[Date Prev][Date Next][Thread Prev][Thread Next][Date Index][Thread Index]

[DSLF] Digest Number 517

To subscribe to the DarkSky List Forum send email
to:  DarkSky-list-subscribe@yahoogroups...

Help save your town from obtrusive lighting --
invite your planning and zoning department to
join us!  Ask them to visit the IDA website at
http://www.darksky.org today!

There are 7 messages in this issue.

Topics in this digest:

      1. 'Plasma-induction' lamps
           From: "Karolyn Beebe" <keedos@earthlink...>
      2. Lighting and Crime - A personal observation
           From: "John Nusbaum" <jnusbaum@bellatlantic...>
      3. A different approach
           From: Steve Davis <w2sgd@juno...>
      4. Glare Causes Accident
           From: "einhornresearch" <EinhornResearch@hotmail...>
      5. Glare From Vehicle Headlamps and Other Front-Mounted Lamps
           From: "David Penasa" <dpenasa@bplw...>
      6. Re: cities with little or no streetlighting
           From: patric@ghostriders...
      7. Outstanding Report from Fairfax County Virginia
           From: "John Nusbaum" <jnusbaum@bellatlantic...>


Message: 1
   Date: Mon, 10 Dec 2001 10:58:39 -0600
   From: "Karolyn Beebe" <keedos@earthlink...>
Subject: 'Plasma-induction' lamps

'Plasma-induction' lamps sound real good in here:

It says they last up to 20 years, provide twice the light & use 40 per cent
less energy... and didn't someone once write that they are also less toxic to
produce and discard?  Well, that article comes up in websearches for those
lamps so far, but that's about all that's useful.  I'd love to send it to
officials, elected and otherwise with links to more about them, especially
the lumens per watt compared to HPS (Initial Rated Light Output of Various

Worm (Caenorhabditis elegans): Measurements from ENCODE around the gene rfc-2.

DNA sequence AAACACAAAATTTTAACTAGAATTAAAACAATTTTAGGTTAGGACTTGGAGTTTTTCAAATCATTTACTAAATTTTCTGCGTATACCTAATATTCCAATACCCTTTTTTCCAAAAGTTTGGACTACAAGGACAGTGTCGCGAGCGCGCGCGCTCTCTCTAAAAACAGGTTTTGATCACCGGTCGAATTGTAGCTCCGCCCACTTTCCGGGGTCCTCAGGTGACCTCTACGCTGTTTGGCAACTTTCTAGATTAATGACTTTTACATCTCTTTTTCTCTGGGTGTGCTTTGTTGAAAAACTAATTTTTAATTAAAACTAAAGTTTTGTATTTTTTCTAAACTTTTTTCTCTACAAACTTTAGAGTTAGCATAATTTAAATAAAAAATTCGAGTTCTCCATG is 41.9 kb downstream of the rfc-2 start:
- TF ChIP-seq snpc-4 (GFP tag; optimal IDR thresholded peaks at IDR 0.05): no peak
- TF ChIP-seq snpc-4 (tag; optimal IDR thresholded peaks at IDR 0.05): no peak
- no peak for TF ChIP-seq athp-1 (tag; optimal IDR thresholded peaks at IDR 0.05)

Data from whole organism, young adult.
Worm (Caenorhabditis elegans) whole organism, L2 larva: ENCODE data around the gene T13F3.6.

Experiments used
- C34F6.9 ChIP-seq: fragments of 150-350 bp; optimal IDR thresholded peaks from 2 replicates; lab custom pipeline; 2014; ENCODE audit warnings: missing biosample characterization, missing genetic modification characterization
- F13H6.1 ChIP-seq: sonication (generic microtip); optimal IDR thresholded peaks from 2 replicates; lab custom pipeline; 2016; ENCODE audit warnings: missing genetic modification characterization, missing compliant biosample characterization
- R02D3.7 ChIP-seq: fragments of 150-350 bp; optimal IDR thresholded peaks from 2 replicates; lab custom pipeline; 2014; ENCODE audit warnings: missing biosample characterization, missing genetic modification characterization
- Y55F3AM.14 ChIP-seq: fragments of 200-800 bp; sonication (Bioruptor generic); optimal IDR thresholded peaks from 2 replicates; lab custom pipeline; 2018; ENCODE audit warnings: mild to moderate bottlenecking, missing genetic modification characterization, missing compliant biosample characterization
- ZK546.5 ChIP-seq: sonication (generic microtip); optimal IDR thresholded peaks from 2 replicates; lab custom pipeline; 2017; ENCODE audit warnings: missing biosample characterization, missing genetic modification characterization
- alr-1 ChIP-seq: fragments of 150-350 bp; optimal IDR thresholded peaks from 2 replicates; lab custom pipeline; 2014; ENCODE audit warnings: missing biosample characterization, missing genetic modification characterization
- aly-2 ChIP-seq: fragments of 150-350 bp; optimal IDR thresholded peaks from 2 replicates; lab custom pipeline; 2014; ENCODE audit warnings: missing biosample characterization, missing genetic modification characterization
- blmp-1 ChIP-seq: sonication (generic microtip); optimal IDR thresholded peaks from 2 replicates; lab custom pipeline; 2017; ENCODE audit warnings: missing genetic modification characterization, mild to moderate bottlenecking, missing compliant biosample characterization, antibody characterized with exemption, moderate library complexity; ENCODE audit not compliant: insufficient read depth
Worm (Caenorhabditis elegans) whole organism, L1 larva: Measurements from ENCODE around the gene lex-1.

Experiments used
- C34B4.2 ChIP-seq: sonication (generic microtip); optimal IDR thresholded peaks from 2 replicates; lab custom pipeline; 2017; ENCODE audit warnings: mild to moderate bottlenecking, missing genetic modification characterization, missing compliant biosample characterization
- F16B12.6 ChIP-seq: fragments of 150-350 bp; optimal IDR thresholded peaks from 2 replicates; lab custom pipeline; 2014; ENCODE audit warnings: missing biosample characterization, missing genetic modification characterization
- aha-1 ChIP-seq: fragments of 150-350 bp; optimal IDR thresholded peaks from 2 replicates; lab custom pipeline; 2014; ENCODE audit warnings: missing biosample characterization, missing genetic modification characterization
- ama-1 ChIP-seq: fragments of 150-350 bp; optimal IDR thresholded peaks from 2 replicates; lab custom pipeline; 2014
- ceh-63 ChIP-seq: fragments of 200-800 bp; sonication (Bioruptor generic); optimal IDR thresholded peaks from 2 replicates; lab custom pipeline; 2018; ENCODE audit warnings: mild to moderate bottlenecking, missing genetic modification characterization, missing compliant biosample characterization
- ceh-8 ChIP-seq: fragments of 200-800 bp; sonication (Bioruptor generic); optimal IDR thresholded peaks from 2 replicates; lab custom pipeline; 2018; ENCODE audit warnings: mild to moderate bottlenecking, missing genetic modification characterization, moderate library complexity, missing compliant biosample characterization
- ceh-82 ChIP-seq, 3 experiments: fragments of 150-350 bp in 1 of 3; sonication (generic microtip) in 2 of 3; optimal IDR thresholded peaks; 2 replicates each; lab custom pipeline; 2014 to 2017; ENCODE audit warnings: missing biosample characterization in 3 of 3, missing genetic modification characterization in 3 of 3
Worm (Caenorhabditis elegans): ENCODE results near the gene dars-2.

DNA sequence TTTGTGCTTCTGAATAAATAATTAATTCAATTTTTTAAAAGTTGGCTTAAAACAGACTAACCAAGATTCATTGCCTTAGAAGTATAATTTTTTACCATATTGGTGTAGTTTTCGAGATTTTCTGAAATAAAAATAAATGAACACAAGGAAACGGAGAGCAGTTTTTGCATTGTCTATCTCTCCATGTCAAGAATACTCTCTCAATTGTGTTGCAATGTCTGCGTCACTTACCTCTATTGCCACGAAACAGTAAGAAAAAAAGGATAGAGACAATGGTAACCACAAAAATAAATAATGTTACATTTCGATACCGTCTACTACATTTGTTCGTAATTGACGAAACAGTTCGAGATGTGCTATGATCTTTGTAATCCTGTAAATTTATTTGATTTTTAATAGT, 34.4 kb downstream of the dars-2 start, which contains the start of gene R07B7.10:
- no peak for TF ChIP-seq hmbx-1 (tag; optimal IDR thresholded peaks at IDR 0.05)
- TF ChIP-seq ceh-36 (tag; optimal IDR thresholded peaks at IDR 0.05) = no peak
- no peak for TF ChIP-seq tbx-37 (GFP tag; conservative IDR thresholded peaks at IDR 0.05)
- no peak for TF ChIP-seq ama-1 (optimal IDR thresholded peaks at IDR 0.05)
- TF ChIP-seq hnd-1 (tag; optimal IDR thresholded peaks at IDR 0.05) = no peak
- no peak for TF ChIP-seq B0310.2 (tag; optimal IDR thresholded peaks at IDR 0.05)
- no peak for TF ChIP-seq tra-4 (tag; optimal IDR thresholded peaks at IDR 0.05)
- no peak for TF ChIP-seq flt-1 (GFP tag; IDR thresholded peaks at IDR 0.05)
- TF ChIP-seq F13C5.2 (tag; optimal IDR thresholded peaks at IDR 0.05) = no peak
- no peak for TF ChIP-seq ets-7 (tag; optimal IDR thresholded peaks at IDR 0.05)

http://cfa-www.harvard.edu/cfa/ps/nelpag/lamps.html )

The savings might be remarkable. With the objective of *not exceeding
recommended light levels* even more watts can go. Could even better Calgary's
savings! (Calgary to Overhaul Lighting, about half way down in:
http://www.skypub.com/news/010817.html )

Who makes them, where to get them, if anyone has more information on
plasma-induction lamps, PLEASE post it.

Thank you,
Karolyn Beebe


Message: 2
   Date: Mon, 10 Dec 2001 12:43:30 -0500
   From: "John Nusbaum" <jnusbaum@bellatlantic...>
Subject: Lighting and Crime - A personal observation

I was inspired to write this by Cliff's story about losing his trees due
to dusk to dawn lighting.
Here is my experience from my own neighborhood with lighting and crime.
This is in no way a scientific study . It is just my own personal
For the last 5 years I have lived in a neighborhood that is about two
blocks from a very high crime area.  On each side of the access road
leading to my neighborhood are brightly lit, high density, low cost
housing areas.  These areas are actually a part of our neighborhood and
we share the same homeowners association, the same school, the same
playgrounds, and the same community pool.   As the road enters our part
of the neighborhood the street lights end and we have only the modest
lighting from our homes to light the sidewalks and roadway.
The cops routinely patrol these brightly lit areas and crime, drugs, and
vandalism are a regular problem.  Driving home I will occasionally see a
car with the glass broken out.  I have worried about this a lot and
thought that if this began to be a problem in my part of the
neighborhood that I would have to move out.  But for 5 years I have
never seen any evidence of vandalism and the police rarely patrol our